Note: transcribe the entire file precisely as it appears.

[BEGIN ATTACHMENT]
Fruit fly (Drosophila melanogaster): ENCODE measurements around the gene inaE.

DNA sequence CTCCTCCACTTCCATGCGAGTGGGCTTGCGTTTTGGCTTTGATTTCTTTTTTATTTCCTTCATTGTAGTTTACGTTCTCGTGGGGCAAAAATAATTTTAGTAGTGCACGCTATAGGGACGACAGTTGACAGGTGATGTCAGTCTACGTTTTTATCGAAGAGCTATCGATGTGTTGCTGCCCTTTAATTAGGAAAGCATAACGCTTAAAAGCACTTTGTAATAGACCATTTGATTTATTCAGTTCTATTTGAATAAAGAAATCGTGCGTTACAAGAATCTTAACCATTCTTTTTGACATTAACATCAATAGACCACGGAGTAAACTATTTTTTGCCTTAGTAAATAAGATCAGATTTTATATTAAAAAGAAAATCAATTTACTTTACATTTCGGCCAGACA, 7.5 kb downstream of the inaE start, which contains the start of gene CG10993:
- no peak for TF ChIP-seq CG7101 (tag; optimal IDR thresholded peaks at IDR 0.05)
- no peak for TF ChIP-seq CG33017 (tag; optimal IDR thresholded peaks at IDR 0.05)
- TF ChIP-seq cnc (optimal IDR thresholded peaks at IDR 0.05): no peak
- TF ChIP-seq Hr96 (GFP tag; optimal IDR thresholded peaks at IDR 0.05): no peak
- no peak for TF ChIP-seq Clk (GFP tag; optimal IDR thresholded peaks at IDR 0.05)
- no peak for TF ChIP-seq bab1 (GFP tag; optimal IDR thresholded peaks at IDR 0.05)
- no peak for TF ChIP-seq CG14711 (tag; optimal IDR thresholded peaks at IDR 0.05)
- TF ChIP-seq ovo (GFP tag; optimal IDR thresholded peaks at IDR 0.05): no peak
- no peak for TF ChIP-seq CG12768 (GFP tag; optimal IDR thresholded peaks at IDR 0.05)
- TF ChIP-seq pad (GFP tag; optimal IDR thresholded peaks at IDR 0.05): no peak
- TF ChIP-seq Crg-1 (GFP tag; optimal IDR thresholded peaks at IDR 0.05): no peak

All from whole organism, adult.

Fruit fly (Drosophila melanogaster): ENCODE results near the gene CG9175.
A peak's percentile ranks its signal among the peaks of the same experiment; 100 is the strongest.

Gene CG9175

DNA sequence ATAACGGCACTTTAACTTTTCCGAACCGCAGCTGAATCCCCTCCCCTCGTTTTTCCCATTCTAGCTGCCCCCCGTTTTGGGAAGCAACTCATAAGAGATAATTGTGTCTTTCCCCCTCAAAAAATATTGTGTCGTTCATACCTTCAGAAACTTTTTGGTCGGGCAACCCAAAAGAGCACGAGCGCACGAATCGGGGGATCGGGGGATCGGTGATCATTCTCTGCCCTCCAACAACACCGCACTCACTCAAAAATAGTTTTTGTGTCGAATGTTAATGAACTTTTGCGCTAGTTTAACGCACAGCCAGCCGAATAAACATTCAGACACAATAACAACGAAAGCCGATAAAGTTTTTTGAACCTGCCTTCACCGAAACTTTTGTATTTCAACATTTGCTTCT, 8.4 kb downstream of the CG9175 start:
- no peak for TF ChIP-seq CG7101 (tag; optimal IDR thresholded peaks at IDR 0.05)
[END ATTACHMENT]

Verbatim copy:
Fruit fly (Drosophila melanogaster): ENCODE measurements around the gene inaE.

DNA sequence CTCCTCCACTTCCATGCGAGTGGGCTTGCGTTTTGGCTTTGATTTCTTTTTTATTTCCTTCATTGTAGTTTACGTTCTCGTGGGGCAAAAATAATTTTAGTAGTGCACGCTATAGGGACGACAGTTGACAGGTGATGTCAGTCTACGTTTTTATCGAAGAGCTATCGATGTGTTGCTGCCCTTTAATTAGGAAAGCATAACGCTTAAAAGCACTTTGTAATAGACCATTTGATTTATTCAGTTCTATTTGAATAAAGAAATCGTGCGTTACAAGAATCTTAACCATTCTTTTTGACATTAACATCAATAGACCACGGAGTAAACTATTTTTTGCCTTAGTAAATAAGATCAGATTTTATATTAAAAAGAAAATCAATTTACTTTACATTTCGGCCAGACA, 7.5 kb downstream of the inaE start, which contains the start of gene CG10993:
- no peak for TF ChIP-seq CG7101 (tag; optimal IDR thresholded peaks at IDR 0.05)
- no peak for TF ChIP-seq CG33017 (tag; optimal IDR thresholded peaks at IDR 0.05)
- TF ChIP-seq cnc (optimal IDR thresholded peaks at IDR 0.05): no peak
- TF ChIP-seq Hr96 (GFP tag; optimal IDR thresholded peaks at IDR 0.05): no peak
- no peak for TF ChIP-seq Clk (GFP tag; optimal IDR thresholded peaks at IDR 0.05)
- no peak for TF ChIP-seq bab1 (GFP tag; optimal IDR thresholded peaks at IDR 0.05)
- no peak for TF ChIP-seq CG14711 (tag; optimal IDR thresholded peaks at IDR 0.05)
- TF ChIP-seq ovo (GFP tag; optimal IDR thresholded peaks at IDR 0.05): no peak
- no peak for TF ChIP-seq CG12768 (GFP tag; optimal IDR thresholded peaks at IDR 0.05)
- TF ChIP-seq pad (GFP tag; optimal IDR thresholded peaks at IDR 0.05): no peak
- TF ChIP-seq Crg-1 (GFP tag; optimal IDR thresholded peaks at IDR 0.05): no peak

All from whole organism, adult.

Fruit fly (Drosophila melanogaster): ENCODE results near the gene CG9175.
A peak's percentile ranks its signal among the peaks of the same experiment; 100 is the strongest.

Gene CG9175

DNA sequence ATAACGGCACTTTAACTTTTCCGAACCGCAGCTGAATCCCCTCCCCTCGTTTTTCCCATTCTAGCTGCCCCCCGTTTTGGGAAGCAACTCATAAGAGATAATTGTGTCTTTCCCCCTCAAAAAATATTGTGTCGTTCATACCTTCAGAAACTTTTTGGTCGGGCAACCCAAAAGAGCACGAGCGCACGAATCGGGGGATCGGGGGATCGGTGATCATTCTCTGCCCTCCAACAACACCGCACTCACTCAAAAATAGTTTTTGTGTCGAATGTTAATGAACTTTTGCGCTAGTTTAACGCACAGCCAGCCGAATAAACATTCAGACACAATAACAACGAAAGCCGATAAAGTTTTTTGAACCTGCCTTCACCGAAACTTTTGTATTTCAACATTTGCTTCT, 8.4 kb downstream of the CG9175 start:
- no peak for TF ChIP-seq CG7101 (tag; optimal IDR thresholded peaks at IDR 0.05)